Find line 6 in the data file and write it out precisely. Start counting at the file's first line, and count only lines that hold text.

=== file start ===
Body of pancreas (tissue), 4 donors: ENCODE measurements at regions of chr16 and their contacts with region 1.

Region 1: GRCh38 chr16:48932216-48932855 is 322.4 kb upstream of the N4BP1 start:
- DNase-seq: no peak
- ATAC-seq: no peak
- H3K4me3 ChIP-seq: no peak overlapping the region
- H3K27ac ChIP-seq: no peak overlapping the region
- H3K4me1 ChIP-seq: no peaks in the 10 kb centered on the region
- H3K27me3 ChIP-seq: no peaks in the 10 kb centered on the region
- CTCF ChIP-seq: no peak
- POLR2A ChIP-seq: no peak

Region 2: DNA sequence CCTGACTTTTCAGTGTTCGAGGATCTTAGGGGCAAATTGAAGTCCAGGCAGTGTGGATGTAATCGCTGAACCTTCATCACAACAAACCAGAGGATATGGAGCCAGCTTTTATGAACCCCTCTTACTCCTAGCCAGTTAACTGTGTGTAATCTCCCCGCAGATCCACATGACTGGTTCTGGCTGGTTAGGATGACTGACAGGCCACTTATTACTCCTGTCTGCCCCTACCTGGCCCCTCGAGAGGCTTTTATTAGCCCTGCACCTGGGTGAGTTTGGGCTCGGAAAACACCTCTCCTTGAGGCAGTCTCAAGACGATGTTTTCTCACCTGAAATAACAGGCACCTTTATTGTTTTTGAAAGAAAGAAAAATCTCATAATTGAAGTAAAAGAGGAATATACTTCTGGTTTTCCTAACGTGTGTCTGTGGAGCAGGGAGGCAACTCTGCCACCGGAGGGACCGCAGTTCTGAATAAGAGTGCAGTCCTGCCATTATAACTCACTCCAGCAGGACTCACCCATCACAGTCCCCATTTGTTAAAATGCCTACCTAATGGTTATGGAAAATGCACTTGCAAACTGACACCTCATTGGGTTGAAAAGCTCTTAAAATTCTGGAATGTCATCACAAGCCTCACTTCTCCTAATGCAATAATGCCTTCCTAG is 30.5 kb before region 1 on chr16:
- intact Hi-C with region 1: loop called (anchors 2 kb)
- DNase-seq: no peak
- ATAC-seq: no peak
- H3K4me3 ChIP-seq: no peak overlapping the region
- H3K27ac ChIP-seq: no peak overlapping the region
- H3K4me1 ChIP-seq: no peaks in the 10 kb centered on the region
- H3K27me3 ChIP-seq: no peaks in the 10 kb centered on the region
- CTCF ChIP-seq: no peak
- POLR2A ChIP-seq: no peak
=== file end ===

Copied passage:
- H3K27ac ChIP-seq: no peak overlapping the region